In fact if you read the blog there is an almost endless number of uses for the site.
One of the best author / illustrators ever is Oliver Jeffers. He is probably best know for ‘Lost and Found’ a beautiful book and animation about the blossoming friendship between a boy and his penguin.
However, my favourite is ‘How to Catch a Star’ a story of childhood whimsy and imagination. A boy wants a star and then spends days trying to work out the best way to acquire one in a variety of madcap ways. I love using this book as part of a ‘Space’ topic in a Key Stage 1 as it has endless fabulous activities that it inspires and compliments.
I set the scene using this beautiful Kate Rusby song (the Barnsley nightingale!) and video. Turning the lights off adds to the drama…and I enjoy being dramatic (as anyone who knows me can testify!).
If you want to be less ethereal then Perry Como’s ‘Catch a Falling Star’ creates a more upbeat feel…
I have found that a Talk 4 Writing approach works really well with this story as it has a simple and repetitive structure that is easy to learn orally through use of a simple story map. It lends itself to fun actions too.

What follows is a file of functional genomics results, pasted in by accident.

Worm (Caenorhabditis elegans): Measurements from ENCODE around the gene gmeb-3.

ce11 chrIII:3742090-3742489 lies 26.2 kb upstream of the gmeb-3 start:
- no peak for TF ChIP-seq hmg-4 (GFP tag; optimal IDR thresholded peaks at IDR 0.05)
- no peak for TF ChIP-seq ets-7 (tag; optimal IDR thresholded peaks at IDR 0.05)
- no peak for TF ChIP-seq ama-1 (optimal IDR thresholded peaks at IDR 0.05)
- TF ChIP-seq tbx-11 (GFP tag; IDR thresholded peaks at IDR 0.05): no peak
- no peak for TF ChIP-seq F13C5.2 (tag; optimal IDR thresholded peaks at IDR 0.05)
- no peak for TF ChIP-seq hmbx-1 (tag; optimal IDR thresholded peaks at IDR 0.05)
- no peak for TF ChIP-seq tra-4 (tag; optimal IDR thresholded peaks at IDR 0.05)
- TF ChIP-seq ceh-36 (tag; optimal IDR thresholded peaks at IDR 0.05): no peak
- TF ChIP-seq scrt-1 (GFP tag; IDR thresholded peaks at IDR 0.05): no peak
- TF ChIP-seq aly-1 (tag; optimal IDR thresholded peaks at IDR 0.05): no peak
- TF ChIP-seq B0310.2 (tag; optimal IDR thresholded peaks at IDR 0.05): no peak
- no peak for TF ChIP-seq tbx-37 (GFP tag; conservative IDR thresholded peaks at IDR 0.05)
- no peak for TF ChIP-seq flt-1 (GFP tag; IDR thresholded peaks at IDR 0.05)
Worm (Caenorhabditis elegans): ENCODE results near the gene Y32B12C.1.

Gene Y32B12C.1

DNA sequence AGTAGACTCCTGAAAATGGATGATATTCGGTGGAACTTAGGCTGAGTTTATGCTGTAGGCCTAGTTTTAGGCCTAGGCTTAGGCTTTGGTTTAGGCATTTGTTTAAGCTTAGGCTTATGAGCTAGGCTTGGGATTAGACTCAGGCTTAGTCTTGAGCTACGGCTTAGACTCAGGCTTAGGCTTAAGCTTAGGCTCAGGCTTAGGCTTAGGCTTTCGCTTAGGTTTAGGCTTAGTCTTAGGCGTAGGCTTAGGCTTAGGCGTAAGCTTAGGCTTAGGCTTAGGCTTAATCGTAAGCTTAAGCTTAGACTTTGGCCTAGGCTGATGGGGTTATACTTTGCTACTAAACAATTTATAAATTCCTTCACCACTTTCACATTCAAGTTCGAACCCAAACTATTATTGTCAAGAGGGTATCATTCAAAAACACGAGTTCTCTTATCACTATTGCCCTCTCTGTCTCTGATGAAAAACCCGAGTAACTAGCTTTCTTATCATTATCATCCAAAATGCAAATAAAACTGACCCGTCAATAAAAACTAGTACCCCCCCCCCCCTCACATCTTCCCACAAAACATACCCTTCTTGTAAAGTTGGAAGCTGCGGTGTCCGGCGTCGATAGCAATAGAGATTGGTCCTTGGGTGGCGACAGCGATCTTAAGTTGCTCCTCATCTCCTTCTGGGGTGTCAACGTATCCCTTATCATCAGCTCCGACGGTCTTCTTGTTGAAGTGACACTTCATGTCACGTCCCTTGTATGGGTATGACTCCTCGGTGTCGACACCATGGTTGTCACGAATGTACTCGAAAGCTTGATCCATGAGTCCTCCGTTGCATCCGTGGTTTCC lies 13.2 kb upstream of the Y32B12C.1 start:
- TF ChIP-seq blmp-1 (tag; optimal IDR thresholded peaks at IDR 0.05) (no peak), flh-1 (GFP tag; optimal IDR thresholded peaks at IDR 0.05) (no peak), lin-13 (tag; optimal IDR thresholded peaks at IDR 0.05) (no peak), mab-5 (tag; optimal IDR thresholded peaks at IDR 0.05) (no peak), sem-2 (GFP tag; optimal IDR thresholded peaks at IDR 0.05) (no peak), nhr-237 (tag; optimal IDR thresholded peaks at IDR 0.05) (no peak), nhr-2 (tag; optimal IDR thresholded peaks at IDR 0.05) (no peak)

The simple illustrations can be used as a sequencing activity on a time line or a washing line as the children retell it independently.
I then like to change things a little by creating an instructional text ‘How to Catch a Star’. The children learn this text map and then innovate it, choosing their own way to catch one. This can be written up in a simple format following the key features of writing instructions.
I like to use ‘Marking Ladders’ to provide steps to success to support children’s learning – they can be easily found if you Google them.
Role-play and drama is a great way to get the children to innovate their own ideas for how to catch a star and the wackier the better!
I also love the story ‘Katie and the Starry Night’ which works beautifully with the Oliver Jeffers book and can lead to art activities based on the Van Gough painting.
The Literacy Shed website has a short film called ‘La Luna’ with ideas and inspiration for activities to follow. This is fantastic for children who have little or no English and still images from the animation can be used to scaffold or stimulate writing.
In areas of provision stars can be hidden in foam or gooey gloop, caught and threaded onto string or wool. They can be made in salt dough or play dough, star shapes can be used for printing, glittery stars can be made from card and beads threaded onto string to make tails…
Oliver Jeffers’ book ‘The Way Back Home’ can be used in tandem. There are so many ways you can travel to the Moon..